The Book of Love that I am talking about is the song by The Magnetic Fields which was covered by Peter Gabriel on his album, Scratch my Back.
The blonde haired girl and I had to get married. We were going to, anyway, and then we had to.
Everything changed. First, I was immortal. I was invincible. I was a hot commodity. I knew everything that needed to be known. I had a future as bright as nuclear fusion.
Then, none of it was true.
You might well say that of all of it, nothing was never real. My power was always entirely imagined.
And I would say - yeah, sure, right, whatever.
You see, truth never mattered.
Therefore it is impossible to say when we started being we. Therefore I refuse to divide truth from fiction. Therefore I no longer distinguish.
It's a physical meat dream. Walking through time soup. Imagining things and having them simply be.
I saw her picture on a website. In between grounding antennas and paying bills, maybe I had an idea. Maybe it was weakness. Maybe it's revisionist history.
I wonder what would have been, had I seen her picture, read her story, and told myself someday I'd be married to her.
It would have been incongruous. It would have been irrelevant.
Instead, I went back to soldering wires to build instrumentation for a trip to Antarctica. As if that's what normal people do.
And I was talking to a guy on the phone and I asked him where he was and he said Kansas City.
It seemed he was wondering why it made a difference where he was, so I told him I just felt better knowing he was a human being, attached to the earth by gravity the way I was when he told me they were cutting off my medical insurance.
Because it actually didn't matter what would happen after that point. What mattered was that money would cease to flow from the company that fired me to the insurance company. That's what the guy on the phone had the job to tell me.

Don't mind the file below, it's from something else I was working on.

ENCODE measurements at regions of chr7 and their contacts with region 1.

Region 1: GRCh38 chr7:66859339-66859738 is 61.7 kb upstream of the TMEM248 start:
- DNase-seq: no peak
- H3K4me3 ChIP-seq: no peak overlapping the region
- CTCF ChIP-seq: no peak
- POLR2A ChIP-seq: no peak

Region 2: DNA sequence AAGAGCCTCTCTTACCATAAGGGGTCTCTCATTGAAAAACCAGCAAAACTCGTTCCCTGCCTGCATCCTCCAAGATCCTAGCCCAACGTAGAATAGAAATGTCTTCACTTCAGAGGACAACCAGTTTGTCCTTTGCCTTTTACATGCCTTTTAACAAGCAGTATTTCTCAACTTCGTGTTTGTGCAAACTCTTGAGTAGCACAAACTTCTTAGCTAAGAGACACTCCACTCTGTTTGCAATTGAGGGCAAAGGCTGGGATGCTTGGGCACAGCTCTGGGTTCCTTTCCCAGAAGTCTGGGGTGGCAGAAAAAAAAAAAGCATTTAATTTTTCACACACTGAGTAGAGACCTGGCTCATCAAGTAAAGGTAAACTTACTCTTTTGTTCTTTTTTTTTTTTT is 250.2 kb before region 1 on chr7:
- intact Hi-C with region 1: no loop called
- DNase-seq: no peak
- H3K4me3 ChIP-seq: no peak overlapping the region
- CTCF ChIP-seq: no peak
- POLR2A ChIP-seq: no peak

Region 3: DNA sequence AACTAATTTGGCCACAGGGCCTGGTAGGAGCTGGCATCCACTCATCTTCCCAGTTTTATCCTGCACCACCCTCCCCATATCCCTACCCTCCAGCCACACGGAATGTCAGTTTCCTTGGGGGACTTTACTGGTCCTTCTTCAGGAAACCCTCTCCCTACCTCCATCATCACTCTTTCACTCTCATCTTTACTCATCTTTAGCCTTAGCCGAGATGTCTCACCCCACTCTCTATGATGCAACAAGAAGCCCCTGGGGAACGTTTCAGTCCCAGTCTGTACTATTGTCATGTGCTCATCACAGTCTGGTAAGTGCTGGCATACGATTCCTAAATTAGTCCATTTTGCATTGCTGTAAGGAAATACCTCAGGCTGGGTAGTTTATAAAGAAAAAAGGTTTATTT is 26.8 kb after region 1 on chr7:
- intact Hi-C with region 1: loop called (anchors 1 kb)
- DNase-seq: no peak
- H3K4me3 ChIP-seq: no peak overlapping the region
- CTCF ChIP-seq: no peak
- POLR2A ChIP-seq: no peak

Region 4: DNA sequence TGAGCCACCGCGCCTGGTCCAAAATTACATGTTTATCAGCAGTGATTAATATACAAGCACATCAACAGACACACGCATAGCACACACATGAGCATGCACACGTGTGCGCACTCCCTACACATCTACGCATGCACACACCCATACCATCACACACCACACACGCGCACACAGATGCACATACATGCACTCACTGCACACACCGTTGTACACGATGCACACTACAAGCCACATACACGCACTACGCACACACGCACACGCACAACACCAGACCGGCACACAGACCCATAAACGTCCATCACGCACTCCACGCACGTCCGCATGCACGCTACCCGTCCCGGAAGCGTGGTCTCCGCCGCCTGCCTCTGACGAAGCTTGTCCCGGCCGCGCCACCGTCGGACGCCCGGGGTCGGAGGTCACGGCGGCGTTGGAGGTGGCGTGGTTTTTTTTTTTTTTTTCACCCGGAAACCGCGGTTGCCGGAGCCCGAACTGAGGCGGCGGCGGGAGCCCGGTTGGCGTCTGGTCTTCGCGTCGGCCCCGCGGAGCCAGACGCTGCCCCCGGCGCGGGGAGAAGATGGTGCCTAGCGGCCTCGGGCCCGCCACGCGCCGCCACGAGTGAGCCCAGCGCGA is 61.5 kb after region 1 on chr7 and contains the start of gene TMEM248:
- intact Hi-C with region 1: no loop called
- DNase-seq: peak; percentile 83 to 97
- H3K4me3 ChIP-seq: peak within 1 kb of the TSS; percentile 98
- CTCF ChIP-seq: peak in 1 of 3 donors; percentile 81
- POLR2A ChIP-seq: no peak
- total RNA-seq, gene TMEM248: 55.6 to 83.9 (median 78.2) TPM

By the transitive property of logic, that meant my children would also have no medical insurance. And also the blonde haired girl, to whom I was not yet married.
The money had stopped flowing and if anything happened, it just would and it would be the way it was.
"But," said the guy in Kansas City, probably because he was a human being attached by gravity to earth just like me, "If you got married, we could cover you under COBRA. It would cost you $900 per month."
Because I used to be young and immortal and omniscient, I intuited this remarkable deal had something to do with actuarial science and risk factors.
For the very low price of $900 a month I could keep my health insurance.
All we would have to do is get married.
Before the end of the month.
I never found out if it was Missouri or Kansas.
Now, we were already engaged, my blonde haired girl and me. But the wedding was to be in Seattle in August. And now providence required us to be married by the end of April, lest we risk fiscal ruin if any of our small and merry family were to involve herself in some sort of medical emergency.
I had survived being fired, barely. This too we would roll with.